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Take precautions now with power & water

            On the day after Christmas, when many of us crawled out of our homes to celebrate temperatures in the relatively balmy 30s and 40s, the arctic punch had already become a thing of the past. Possibly a little fodder stored up for future weather trivia. “Cold? Ha. This is nothing. Back in 2022 it got into the single digits and stayed.”

            According to various weather observers, cold of that nature, prolonged single digits spanning over parts of three days, hasn’t happened in about 40 years. It was called Winter Storm Elliott,  a generational event (places recorded the coldest temperatures in a generation) and a “bomb cyclone” – whatever that is.

            Sure we’ve had some cold snaps but a lot of us saw pipes that had never frozen, go solid.

            The city of Jasper perhaps felt the icy pain more so than anyone else in Georgia. They had ruptured lines and leaks in all parts of their system. It got so bad that their water tanks drained, further spreading the water woes. The city is working to upgrade their system but it took “heroic efforts” of city crews plus some outside contractors to minimize the outages on this one.

            You certainly can’t blame city officials for the fact their system wasn’t ready for a “generational cold.” But following the outages, in addition to thanking the crews, quite a few people have asked online and in person whether the water situation is compounded by the growth that has already forced Jasper to put a moratorium in place to try and get a grip on residential demand. As a local service contractor asked our editor while on a job, “they have outages all over the place, are they really thinking about adding the new subdivisions?”

            Fair question we would say. We would strongly encourage the city to take a full assessment of the problems that came to light and inform citizens fully on their efforts to shore up the systems. This is a case where it’s not anyone’s fault, no one could rightfully prepare for that many waterline issues but the town does want some reassurance going forward.

            Electricity, however, is another matter and one where we would encourage all homeowners to be pro-active. We may not experience cold like that again for another 40 years, but power outages happen – winter weather events, spring thunderstorms, or a new phenomenon – attacks on utility substations. Gunshots put a North Carolina county about our size out of power for a week at the end of last year.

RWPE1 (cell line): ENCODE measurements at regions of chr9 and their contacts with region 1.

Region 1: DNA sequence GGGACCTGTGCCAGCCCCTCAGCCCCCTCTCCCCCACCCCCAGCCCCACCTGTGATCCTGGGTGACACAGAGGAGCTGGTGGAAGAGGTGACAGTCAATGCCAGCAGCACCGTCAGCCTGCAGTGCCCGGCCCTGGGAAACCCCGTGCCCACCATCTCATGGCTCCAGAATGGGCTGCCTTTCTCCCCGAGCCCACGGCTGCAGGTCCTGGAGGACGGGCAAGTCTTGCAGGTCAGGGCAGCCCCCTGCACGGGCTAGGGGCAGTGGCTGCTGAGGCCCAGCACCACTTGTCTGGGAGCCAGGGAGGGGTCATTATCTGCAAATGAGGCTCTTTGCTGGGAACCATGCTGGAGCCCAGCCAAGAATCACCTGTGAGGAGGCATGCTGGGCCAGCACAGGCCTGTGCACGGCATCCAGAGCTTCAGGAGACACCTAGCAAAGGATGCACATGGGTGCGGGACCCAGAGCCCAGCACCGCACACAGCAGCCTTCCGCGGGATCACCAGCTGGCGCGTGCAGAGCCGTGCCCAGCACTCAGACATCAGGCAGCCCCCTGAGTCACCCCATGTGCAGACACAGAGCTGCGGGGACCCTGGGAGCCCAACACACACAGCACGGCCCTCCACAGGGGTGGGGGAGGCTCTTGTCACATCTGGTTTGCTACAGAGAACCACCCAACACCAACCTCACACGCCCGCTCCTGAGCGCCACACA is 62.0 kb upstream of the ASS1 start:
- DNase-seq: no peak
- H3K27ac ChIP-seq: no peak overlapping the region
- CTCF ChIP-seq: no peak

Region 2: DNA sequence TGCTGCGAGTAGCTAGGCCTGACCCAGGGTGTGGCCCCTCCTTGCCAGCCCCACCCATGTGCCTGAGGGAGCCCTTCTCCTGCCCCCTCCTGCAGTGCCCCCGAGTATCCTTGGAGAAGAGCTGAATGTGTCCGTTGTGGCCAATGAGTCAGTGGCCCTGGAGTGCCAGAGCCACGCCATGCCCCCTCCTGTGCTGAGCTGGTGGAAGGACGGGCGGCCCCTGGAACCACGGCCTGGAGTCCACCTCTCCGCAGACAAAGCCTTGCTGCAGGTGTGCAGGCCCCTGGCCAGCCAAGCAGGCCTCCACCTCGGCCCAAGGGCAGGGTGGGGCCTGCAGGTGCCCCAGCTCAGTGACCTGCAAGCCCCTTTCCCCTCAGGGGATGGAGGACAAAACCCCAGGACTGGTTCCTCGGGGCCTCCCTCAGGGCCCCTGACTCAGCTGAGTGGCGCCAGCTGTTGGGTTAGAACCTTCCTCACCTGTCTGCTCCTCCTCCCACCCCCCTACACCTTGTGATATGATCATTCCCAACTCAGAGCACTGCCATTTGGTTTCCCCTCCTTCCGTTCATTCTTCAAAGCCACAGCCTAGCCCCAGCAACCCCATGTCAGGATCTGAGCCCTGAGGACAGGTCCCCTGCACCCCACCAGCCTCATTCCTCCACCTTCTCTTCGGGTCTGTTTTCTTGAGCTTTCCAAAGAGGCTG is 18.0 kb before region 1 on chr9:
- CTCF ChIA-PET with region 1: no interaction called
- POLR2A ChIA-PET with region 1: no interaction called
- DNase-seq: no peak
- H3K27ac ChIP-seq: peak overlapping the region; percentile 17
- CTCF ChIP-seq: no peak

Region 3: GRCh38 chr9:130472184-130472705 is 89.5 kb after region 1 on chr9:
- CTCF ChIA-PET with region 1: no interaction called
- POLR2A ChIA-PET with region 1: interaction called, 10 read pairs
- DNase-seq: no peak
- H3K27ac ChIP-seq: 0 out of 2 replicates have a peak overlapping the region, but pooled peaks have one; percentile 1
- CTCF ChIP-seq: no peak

For whatever reason, chances are we’ll see power outages in 2023.

            The crews from Amicalola EMC and Ga. Power do a great job keeping the lights running and addressing problems where they did occur.

            Power outages remind us each time they happen is how dependent we are on the service. No longer is it a case of huddling up closer to the fireplace and bringing in a few candles. More and more people require health aids like supplemental oxygen and our more wired homes fare poorly when power is interrupted. Often with the combination of wells and cells, we lose water and communication when we lose power.

            Generators have become a necessity for many and they are the ultimate answer – if you can afford one. Prices are dropping and more homeowners are moving to their own backup power.

             We encourage everyone to give a little thought to their plans for future power outages.

            Backup heat sources that are safe, medical needs and equipment, a spot for your pets if you have to move to an emergency shelter, some way to keep your cell charged, plus the food on hand. Something simple, like storing a few gallons of water in the basement now to flush toilets or rinse dishes can really make a difference down the road.

            Winter Storm Elliott wasn’t any doomsday event and the response doesn’t require prepper-level intensity. But it is worthwhile to take a minute and be sure you are ready for whatever Mother Nature throws at us next.

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